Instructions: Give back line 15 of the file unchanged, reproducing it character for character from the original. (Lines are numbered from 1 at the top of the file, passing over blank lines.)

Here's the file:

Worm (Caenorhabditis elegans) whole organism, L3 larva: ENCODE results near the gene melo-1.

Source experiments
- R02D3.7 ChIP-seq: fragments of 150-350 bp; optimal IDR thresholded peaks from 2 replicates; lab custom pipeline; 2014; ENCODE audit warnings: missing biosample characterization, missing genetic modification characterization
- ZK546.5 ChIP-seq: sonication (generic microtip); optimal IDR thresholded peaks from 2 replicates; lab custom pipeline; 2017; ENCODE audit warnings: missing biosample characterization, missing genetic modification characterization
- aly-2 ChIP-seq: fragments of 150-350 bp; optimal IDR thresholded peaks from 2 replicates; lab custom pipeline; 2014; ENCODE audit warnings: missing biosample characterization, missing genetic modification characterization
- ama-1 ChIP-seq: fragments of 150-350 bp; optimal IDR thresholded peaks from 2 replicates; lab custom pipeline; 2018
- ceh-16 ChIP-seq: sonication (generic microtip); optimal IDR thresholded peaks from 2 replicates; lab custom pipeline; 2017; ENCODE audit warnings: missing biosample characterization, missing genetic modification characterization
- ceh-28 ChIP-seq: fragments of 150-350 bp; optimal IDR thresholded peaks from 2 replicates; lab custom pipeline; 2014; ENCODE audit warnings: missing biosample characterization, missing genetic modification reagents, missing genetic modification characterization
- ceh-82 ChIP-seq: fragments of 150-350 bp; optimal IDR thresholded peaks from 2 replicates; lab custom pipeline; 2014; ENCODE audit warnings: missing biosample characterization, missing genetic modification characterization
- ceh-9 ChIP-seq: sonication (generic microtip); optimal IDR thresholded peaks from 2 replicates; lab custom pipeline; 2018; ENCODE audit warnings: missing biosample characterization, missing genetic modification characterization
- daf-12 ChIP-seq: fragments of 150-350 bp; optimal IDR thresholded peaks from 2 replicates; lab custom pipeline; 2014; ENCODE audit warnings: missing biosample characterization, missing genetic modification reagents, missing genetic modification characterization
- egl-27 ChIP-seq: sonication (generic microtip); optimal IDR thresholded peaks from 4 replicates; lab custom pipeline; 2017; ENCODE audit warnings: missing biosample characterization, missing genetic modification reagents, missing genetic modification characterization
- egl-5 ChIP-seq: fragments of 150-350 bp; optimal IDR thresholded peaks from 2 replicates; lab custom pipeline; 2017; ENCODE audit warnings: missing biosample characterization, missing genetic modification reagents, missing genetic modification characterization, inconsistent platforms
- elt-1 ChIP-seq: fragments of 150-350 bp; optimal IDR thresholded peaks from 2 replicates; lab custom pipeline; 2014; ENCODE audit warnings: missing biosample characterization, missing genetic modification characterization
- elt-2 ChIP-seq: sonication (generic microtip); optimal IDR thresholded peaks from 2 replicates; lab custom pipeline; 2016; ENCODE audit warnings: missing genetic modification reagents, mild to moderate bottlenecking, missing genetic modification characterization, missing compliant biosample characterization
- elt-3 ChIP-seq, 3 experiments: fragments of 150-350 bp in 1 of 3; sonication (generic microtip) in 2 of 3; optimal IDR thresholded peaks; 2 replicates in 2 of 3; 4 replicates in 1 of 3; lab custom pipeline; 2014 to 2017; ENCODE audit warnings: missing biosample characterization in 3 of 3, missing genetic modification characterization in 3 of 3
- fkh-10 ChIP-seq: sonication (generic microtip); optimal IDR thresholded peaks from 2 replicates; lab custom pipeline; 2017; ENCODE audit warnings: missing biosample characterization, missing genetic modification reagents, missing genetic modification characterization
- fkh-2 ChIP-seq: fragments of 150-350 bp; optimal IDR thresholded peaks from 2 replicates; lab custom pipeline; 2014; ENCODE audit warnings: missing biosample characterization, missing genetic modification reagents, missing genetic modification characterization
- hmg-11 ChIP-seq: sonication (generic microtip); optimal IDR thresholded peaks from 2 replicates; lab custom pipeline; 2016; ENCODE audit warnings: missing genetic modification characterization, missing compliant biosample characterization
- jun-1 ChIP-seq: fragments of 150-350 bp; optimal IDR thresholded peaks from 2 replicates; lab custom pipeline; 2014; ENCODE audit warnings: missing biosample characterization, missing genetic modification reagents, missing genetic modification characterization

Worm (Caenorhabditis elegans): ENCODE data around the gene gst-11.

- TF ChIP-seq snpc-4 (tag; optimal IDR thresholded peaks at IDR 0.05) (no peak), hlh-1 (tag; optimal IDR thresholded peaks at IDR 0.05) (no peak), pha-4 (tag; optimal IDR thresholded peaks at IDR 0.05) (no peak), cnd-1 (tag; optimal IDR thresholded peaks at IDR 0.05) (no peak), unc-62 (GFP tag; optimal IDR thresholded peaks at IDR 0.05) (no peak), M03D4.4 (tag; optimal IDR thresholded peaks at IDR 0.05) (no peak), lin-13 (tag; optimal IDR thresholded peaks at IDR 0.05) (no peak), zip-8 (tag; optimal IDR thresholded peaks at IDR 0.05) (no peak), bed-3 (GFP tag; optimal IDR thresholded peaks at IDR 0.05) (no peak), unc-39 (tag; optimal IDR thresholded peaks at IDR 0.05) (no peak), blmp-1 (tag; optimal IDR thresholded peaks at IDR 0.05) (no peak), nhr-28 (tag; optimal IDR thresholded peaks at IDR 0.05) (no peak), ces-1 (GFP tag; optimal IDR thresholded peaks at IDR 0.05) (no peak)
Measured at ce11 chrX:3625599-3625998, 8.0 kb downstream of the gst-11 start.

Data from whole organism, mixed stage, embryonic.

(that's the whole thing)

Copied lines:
- elt-2 ChIP-seq: sonication (generic microtip); optimal IDR thresholded peaks from 2 replicates; lab custom pipeline; 2016; ENCODE audit warnings: missing genetic modification reagents, mild to moderate bottlenecking, missing genetic modification characterization, missing compliant biosample characterization